Hand Surgery​

Nerve release or Injection

  • Carpal Tunnel Release or Injection
  • Ulnar Tunnel Release or Injection
  • Cubital Tunnel Release or Injection
  • Radial Tunnel Release or Injection
  • Other peripheral nerve decompressions

Nerve surgery

  • Repair of nerve injuries in hand and forearm up to elbow level
  • Neurolysis (mobilizing nerve compression)


  • Flexor and Extensor tendon injury repair of acute or recent injuries
  • Tenolysis (mobilization or restricted)
  • Trigger finger injection or release
  • Mallet finger treatment
  • Boutonniere deformity treatment
  • Tendonitis treatment with injection or release
  • De Quervain’s disease
  • Acute and Chronic Tenosynovitis
  • Swan neck deformity treatment

Dupuytren’s disease

  • Percutaneous needle aponeurectomy
  • Xiaflex Injection

Arthritis (hand/wrist)

  • Cortisone injection
  • Joint debridement
  • Joint replacement
  • Joint fusion
  • Excisions of joint cysts

Ganglion cysts of wrist or fingers

  • Aspiration
  • Injection
  • Removal
  • Capsular repair of joint

Raynaud’s disease

Bone (hand/wrist)

  • Finger fractures
  • Metacarpal/hand fractures (e.g. “Boxer fracture”)
  • Wrist fractures
  • Treatment of improper fracture healing (Malunion)
  • Excision of bone cysts
  • Excision of bone spurs
  • Scaphoid Fracture
  • Distal Radial fracture

Skin (hand/wrist/upper extremity)

  • Excision of benign or cancerous skin lesions/growths any size with reconstruction of defect with skin
  • flaps or skin graft if needed.
  • Hand Infection
  • Hand Burns
  • Nail Bed injury/ Nail Infection

Soft tissue (manes)/lumps/tumors

  • Excision
  • Biopsy
  • Reconstruction


  • Lateral epicondylitis also known as Tennis Elbow
  • Medial epicondylitis also know as Golfer’s Elbow


  • Ski and Snowboard Injuries
  • Skier’s thumb Injuries
  • Hand animal, human and insect’s bites
  • Wrist Sprain
  • Mucus cyst
  • Basal Joint arthritis
  • Sport injury
  • Reflex sympathetic dystrophy
  • Boutonniere deformity

Hand Evaluation by
Dr. Vossoughi


An electromyogram (EMG) measures the electrical activity of muscles at rest and during contraction. Nerve conduction studies measure how well and how fast the nerves can send electrical signals. Nerves control the muscles in the body with electrical signals called impulses. These impulses make the muscles react in specific ways. Nerve and muscle problems cause the muscles to react in abnormal ways.

Electromyogram The skin over the areas to be tested is cleaned. A needle electrode that is attached by wires to a recording machine is inserted into a muscle.When the electrodes are in place, the electrical activity in that muscle is recorded while the muscle is at rest. Then the technologist or doctor asks you to tighten (contract) the muscle slowly and steadily. This electrical activity is recorded.The electrode may be moved a number of times to record the activity in different areas of the muscle or in different muscles.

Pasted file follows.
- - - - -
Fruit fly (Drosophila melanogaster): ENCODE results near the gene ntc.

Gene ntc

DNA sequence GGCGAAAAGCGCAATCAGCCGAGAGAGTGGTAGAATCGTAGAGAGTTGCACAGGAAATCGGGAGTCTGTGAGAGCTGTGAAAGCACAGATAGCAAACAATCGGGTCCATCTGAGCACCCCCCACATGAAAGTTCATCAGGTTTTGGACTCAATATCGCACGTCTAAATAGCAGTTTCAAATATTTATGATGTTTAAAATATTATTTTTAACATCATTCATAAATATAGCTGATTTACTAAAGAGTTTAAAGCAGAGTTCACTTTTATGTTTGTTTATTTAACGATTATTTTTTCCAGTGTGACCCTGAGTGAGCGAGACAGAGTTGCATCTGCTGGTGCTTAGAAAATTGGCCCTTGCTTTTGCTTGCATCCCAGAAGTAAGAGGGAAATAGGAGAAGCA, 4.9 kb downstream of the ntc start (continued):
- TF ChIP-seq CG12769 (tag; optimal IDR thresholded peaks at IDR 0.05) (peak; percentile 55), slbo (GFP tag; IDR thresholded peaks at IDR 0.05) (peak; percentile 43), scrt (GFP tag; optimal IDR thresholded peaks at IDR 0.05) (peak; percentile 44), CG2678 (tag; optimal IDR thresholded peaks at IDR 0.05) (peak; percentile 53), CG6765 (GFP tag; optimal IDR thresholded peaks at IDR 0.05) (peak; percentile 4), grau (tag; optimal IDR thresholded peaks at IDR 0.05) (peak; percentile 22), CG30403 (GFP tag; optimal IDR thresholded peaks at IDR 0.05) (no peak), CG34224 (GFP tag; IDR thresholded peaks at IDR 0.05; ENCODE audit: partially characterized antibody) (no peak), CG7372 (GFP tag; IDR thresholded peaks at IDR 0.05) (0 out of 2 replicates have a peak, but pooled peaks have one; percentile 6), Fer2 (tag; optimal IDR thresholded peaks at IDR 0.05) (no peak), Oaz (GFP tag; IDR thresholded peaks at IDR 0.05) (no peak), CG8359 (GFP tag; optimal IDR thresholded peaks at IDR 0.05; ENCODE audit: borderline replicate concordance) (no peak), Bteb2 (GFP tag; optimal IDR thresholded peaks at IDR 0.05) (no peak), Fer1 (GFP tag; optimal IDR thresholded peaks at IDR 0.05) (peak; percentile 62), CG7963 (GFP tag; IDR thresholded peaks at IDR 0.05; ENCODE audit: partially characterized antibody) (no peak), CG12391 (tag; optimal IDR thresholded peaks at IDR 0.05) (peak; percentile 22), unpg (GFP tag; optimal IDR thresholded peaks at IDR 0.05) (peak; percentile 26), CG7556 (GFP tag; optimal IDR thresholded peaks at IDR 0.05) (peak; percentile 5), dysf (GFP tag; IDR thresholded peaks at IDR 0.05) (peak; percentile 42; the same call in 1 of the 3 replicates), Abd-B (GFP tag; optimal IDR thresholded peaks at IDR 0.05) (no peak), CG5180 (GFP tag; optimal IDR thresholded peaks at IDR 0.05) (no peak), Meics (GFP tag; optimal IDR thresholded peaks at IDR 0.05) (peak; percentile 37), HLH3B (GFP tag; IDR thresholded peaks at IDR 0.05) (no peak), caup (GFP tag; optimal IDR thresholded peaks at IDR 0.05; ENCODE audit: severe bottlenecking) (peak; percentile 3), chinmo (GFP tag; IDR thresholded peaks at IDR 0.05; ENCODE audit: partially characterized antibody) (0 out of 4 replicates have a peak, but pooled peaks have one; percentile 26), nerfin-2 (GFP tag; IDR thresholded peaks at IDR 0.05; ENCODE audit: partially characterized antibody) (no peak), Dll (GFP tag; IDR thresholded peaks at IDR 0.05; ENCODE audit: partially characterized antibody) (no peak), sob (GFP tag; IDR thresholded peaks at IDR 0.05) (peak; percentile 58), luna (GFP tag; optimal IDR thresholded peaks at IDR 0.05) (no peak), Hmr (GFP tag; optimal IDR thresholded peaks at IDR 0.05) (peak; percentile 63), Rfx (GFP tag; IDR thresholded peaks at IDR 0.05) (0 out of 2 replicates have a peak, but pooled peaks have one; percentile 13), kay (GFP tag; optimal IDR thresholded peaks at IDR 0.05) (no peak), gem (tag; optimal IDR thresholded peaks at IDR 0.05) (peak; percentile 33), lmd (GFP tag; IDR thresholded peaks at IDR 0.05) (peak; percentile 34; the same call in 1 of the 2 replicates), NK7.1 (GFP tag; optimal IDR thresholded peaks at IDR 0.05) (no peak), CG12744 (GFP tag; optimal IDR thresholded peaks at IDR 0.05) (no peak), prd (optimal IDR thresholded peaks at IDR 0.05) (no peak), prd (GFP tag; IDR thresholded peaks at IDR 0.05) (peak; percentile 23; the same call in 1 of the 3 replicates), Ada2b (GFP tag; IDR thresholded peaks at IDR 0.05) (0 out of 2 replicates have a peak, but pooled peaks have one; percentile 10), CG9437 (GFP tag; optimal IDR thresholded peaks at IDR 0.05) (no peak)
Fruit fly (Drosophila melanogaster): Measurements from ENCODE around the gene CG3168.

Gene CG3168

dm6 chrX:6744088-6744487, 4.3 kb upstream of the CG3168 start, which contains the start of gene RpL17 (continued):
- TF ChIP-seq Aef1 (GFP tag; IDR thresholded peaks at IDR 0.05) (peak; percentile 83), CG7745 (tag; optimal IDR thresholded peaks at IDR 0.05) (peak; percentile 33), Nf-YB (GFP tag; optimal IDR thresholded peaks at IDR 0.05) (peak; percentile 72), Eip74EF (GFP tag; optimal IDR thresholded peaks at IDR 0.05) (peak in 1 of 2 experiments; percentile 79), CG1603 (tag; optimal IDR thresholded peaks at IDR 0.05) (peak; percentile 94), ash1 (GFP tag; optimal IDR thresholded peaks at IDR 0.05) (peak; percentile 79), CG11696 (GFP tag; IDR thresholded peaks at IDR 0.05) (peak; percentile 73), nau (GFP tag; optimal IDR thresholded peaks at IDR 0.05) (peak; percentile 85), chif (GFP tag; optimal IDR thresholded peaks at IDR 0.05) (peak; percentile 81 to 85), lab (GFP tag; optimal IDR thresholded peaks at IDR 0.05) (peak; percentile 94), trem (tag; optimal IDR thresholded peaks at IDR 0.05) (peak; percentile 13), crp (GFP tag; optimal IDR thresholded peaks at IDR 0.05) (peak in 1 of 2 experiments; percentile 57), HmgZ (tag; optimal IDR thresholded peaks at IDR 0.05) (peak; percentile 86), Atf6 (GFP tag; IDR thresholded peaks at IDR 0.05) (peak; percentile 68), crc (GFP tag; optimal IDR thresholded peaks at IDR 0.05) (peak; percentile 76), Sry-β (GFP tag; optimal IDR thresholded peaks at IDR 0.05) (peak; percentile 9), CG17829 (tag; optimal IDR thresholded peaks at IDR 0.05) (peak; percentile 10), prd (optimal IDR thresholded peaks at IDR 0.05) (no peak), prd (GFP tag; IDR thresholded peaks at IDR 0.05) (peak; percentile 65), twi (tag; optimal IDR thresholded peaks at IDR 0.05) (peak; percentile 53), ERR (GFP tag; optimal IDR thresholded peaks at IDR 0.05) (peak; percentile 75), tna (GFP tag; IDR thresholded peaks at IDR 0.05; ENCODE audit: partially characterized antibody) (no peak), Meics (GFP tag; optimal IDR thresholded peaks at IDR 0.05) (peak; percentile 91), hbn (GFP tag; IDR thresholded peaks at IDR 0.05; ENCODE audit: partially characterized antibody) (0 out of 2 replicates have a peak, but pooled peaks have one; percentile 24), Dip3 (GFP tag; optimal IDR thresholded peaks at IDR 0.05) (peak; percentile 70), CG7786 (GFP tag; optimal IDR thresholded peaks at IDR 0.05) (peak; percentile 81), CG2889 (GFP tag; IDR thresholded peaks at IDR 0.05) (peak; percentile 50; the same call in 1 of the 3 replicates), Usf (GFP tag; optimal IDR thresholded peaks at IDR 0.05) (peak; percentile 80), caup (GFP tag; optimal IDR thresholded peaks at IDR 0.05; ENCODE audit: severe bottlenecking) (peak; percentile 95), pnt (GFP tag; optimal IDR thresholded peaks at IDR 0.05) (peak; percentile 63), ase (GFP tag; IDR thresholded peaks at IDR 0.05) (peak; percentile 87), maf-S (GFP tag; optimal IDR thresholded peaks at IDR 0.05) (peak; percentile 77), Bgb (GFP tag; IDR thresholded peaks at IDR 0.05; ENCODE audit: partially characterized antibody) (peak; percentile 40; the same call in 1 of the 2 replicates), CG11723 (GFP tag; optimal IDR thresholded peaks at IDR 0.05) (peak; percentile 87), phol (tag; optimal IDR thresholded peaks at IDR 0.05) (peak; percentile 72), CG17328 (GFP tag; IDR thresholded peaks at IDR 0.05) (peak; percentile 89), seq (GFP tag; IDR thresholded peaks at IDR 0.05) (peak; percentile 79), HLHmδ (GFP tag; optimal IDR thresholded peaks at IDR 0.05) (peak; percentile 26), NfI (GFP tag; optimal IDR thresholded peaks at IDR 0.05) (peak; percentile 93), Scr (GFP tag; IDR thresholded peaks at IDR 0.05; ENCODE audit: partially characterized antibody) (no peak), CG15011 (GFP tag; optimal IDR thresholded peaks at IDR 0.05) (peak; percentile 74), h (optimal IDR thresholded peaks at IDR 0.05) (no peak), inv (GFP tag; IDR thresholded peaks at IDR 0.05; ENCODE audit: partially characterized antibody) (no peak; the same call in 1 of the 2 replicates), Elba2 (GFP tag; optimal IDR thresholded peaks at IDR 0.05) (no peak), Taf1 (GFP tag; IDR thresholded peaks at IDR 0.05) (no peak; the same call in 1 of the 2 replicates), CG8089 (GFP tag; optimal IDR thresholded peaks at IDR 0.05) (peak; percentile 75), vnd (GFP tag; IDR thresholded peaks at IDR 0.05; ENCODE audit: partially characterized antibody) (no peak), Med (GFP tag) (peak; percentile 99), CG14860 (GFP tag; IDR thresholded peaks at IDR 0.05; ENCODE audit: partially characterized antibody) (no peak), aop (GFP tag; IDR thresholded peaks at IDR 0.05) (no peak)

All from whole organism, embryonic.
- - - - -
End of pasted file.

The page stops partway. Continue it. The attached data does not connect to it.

The electrical activity in the muscle is shown as wavy and spiky lines on a video monitor and may also be heard on a loudspeaker as machine gun-like popping sounds when you contract the muscle. An EMG may take 30 to 60 minutes. When the test is done, the electrodes are removed and those areas of the skin where a needle was inserted are cleaned. You may be given pain medicine if any of the test areas are sore.

A nerve conduction velocity test (NCV) is an electrical test that is used to determine the adequacy of the conduction of the nerve impulse as it courses down a nerve. This test is used to detect signs of nerve injury. In this test, the nerve is electrically stimulated, and the electrical impulse ‘down stream’ from the stimulus is measured. This is usually done with surface patch electrodes (they are similar to those used for an electrocardiogram) that are placed on the skin over the nerve at various locations. One electrode stimulates the nerve with a very mild electrical impulse.

The resulting electrical activity is recorded by the other electrodes. The distance between electrodes and the time it takes for electrical impulses to travel between electrodes are used to calculate the speed of impulse transmission (nerve conduction velocity). A decreased speed of transmission indicates nerve disease. A nerve conduction velocity test is often done at the same time as an electromyogram (EMG) in order to exclude or detect muscle conditions.

X-ray Machine

Effective treatment of any condition begins with an accurate diagnosis. Today’s imaging techniques have greatly enhanced the physician’s ability to accurately diagnose multiple conditions. At Katy Hand and General Surgery, we offer the most advanced digital imaging techniques that combine leading technology with a priority of patient safety and comfort.